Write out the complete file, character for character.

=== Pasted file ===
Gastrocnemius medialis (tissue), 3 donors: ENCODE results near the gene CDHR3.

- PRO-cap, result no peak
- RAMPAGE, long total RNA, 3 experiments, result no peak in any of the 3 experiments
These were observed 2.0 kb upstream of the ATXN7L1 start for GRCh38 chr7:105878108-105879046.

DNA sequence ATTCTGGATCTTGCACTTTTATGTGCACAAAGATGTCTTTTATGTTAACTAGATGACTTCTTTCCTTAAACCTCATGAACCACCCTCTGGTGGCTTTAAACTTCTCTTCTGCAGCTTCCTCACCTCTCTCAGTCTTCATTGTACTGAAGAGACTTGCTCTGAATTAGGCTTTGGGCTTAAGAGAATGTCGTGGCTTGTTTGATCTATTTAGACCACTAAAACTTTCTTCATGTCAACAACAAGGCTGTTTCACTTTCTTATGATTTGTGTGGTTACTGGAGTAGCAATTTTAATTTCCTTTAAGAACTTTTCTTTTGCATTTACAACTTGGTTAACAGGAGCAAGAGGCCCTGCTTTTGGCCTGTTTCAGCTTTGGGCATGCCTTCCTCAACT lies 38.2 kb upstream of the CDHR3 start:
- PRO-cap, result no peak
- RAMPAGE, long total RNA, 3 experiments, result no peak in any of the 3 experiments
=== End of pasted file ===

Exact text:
Gastrocnemius medialis (tissue), 3 donors: ENCODE results near the gene CDHR3.

- PRO-cap, result no peak
- RAMPAGE, long total RNA, 3 experiments, result no peak in any of the 3 experiments
These were observed 2.0 kb upstream of the ATXN7L1 start for GRCh38 chr7:105878108-105879046.

DNA sequence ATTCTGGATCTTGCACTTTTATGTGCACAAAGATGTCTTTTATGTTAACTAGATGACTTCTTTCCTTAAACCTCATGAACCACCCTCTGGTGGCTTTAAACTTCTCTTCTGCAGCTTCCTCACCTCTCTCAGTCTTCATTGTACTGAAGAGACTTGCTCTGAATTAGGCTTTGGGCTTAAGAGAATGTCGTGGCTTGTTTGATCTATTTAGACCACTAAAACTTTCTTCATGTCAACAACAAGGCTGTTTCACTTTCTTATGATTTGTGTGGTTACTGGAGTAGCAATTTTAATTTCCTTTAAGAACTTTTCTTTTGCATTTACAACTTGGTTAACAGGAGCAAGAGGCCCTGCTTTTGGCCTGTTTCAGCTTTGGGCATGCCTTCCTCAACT lies 38.2 kb upstream of the CDHR3 start:
- PRO-cap, result no peak
- RAMPAGE, long total RNA, 3 experiments, result no peak in any of the 3 experiments